Re: Using hyperlinks to move to computations and back to text

*To*: mathgroup at smc.vnet.net*Subject*: [mg129670] Re: Using hyperlinks to move to computations and back to text*From*: "djmpark" <djmpark at comcast.net>*Date*: Sun, 3 Feb 2013 20:20:36 -0500 (EST)*Delivered-to*: l-mathgroup@mail-archive0.wolfram.com*Delivered-to*: l-mathgroup@wolfram.com*Delivered-to*: mathgroup-newout@smc.vnet.net*Delivered-to*: mathgroup-newsend@smc.vnet.net*References*: <7896164.23504.1359878559815.JavaMail.root@m06>

David, This is a very interesting question. Are you trying to do this "live" and therefore time constrained, or at some leisure? In any case, the notebook would have to be "prepared" with previous material and you just want to be able to get at key portions quickly and conveniently. One approach is to use CellTags and Hyperlinks. You can add CellTags (with the context menu) to cells. Then in your Text cell add a hyperlink to the CellTag in the current notebook. Then use Menu, Window, ShowToolbar to dock the toolbar at the top of your notebook. Then when you use the hyperlink to go to the CellTag the Go Back button on the toolbar will be activated. You can use this to return to the location of the hyperlink. However, you asked for a better approach and I believe there is one. The hyperlink approach violates the maxim: "Don't jerk the reader around." If you jump back and forth you seldom see the existing material in conjunction with the new material. Rather than jumping to another part of a notebook, it is better to bring the material to the reader where he is using it. In the Presentations Application I've provided some facilities that make it easy to do that. One of these is the WindowPresentation command. It just displays the output in a window. You can fairly easily implement it yourself, but WindowPresentation has all of the convenient options built-in. So, as an example, we might use the definitions: plotOfSin := WindowPresentation[Plot[Sin[x], {x, 0, 2 \[Pi]}]] plotOfCos := WindowPresentation[Plot[Cos[x], {x, 0, 2 \[Pi]}]] Of course, we might actually use this for much more complicated output such as DynamicModules or formatted derivations. A second method, that takes more effort to implement, is the use of Sidebars. A Sidebar is a notebook that is entirely embedded in the mother notebook and the contents hidden. A button can be created that will launch the notebook, in a separate window of course. We create a Sidebar with, say: MakeSidebar["Quantum Gravity Derivation"] That creates the notebook and you can type anything you want into the notebook, just like a regular notebook. Then you use: SaveSidebar["Quantum Gravity Derivation"] That creates an Initialization cell: SidebarContents["Quantum Gravity Derivation"] = <<Quantum Gravity Derivation>>; The notebook can be closed and the cell evaluated. Then a button to launch the sidebar notebook can be created with: SidebarButton["Quantum Gravity Derivation"] You could paste the above statement into an InlineCell in a Text cell and evaluate it in place to obtain the button, or just copy the button into the Text cell. If the various items of key material were defined within an Initialization section of the notebook, then you could also create a palette (and initialize it) to get at all of the material: CreatePalette[ {Button["Sin Plot", plotOfSin], Button["Cos Plot", plotOfCos], SidebarButton["Quantum Gravity Derivation"]}, WindowMargins -> Automatic, Saveable -> False, WindowTitle -> "QG Course Notes"]; If you add new initialized key material sections to the notebook you can also just add buttons for them to the palette. All the material is instantly accessible. No jumping around. David Park djmpark at comcast.net http://home.comcast.net/~djmpark/index.html From: David Latin [mailto:d.latin at gmail.com] Hello, I am using M9 to take notes from an online course, writing into a Text cell, but occasionally I want to be able to use a hyperlink at a place in the text to jump to some illustrative computation code in the same notebook. At the end of that code there should be another hyperlink to jump back to the original text position. I can do this procedure manually (tediously) of course, but has anyone formulated some more automated procedure for this please? It would be really efficient if a "button" can be clicked to input the label for the hyperlink that jumps to the computation code, while dividing the current text cell just below the cursor and inserting a new cell, in order to assign a tag to this new cell for returning from the computation code. Another "button" would create a new hyperlink after the code, in order to jump back to the text. Or is there a better solution for effectively typing-up a textbook with hyperlinks for illustrative example detours? Any help would be much appreciated. David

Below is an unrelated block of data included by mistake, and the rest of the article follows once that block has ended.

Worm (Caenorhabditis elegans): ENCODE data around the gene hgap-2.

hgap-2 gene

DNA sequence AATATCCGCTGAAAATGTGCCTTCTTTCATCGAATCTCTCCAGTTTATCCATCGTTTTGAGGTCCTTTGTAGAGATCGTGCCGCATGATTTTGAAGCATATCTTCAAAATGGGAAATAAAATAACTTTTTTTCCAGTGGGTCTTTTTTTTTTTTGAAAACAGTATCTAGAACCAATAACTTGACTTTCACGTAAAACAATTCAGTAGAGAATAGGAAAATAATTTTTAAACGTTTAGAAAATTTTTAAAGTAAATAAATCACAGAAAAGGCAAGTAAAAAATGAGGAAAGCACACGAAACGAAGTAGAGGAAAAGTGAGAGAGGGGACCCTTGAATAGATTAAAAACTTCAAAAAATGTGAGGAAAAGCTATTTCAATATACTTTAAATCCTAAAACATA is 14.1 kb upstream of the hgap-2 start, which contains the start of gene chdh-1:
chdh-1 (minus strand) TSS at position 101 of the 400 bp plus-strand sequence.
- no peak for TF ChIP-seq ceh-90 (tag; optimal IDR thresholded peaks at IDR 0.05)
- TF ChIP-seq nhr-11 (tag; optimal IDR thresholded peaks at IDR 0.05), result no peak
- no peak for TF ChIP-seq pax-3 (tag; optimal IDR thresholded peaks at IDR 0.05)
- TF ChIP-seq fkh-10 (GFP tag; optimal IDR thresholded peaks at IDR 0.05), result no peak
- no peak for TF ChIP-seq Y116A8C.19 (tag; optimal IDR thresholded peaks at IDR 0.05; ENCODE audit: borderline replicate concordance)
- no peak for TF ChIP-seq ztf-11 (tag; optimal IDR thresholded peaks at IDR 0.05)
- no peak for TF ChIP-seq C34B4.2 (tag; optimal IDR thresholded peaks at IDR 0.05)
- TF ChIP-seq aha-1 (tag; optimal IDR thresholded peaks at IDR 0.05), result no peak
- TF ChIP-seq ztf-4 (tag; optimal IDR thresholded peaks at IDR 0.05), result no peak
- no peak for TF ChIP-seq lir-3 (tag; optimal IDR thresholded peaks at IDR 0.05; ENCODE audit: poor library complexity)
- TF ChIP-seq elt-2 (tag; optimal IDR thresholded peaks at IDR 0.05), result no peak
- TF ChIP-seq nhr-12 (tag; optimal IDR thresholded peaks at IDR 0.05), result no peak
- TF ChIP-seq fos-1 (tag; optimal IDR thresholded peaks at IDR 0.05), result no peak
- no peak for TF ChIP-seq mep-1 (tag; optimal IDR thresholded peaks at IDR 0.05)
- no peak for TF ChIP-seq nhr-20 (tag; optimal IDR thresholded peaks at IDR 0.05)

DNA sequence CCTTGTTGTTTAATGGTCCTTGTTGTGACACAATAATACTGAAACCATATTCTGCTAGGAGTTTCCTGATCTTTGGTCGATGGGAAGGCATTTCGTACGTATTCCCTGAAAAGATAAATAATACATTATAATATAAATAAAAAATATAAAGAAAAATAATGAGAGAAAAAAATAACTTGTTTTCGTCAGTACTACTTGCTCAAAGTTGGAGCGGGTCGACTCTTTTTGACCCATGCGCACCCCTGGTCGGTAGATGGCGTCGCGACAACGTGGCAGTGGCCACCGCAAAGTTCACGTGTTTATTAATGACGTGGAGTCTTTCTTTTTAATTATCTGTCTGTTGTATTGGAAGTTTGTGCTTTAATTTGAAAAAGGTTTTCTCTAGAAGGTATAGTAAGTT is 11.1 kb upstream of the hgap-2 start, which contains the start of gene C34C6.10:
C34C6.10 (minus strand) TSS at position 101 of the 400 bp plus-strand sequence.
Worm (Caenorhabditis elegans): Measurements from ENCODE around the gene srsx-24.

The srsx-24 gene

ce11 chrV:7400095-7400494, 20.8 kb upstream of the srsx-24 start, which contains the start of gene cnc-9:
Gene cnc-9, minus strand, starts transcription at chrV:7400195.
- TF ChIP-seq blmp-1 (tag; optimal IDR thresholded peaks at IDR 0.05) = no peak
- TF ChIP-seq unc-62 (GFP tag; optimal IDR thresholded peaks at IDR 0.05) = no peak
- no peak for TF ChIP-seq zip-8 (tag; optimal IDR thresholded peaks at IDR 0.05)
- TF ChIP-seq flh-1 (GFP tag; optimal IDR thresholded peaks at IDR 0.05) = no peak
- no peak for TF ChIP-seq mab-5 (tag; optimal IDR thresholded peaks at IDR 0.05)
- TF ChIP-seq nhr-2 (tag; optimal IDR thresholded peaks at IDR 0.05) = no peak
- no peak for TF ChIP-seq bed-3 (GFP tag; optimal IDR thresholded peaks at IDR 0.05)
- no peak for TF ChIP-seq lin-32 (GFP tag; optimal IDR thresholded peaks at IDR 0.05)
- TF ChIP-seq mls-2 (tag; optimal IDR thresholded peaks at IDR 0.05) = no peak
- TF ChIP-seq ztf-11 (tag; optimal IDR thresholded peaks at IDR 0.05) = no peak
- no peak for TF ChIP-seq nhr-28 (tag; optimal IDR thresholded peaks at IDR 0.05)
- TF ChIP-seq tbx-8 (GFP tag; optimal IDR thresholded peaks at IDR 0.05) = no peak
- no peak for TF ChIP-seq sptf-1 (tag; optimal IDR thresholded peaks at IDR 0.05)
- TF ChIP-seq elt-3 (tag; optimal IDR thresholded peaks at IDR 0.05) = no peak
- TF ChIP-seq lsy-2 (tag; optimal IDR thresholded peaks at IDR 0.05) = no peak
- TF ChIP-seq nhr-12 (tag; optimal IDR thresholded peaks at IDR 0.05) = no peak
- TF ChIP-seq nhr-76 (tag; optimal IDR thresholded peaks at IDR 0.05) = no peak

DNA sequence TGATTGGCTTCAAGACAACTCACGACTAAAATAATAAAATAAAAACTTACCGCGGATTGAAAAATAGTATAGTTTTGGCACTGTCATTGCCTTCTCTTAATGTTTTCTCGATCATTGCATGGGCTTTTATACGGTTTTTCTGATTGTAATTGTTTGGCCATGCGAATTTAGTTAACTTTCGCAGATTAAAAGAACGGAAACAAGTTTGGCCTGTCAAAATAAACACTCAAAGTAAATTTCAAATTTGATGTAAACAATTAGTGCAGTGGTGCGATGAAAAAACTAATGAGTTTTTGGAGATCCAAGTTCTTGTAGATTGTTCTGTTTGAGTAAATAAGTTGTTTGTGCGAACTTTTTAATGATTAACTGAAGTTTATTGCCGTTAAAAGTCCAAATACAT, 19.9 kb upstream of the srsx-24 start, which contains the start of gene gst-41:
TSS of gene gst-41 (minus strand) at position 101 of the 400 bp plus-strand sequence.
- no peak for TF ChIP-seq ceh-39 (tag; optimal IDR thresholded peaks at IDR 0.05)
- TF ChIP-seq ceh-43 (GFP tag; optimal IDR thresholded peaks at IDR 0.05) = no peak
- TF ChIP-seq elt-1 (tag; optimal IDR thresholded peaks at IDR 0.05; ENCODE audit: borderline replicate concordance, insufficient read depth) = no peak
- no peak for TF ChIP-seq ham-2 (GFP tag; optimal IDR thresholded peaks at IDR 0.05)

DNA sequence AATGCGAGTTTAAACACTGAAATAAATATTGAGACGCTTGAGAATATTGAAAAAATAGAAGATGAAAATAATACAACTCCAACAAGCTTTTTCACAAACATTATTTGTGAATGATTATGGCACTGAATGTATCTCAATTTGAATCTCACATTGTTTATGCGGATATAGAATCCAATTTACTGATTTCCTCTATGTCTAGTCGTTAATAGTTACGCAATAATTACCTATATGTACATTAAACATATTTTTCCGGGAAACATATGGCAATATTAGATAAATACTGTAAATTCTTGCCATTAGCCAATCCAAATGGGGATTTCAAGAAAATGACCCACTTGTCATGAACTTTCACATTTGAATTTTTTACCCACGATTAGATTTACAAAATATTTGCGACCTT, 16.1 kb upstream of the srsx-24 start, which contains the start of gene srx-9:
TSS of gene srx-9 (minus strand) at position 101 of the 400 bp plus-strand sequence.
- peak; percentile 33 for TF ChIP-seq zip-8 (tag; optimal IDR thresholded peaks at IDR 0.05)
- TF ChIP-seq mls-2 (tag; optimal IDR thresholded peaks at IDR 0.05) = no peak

**Moving Boundary Problem**

**Re: Integrate bug in v 9.0.0**

**Using hyperlinks to move to computations and back to text**

**Re: Using hyperlinks to move to computations and back to text**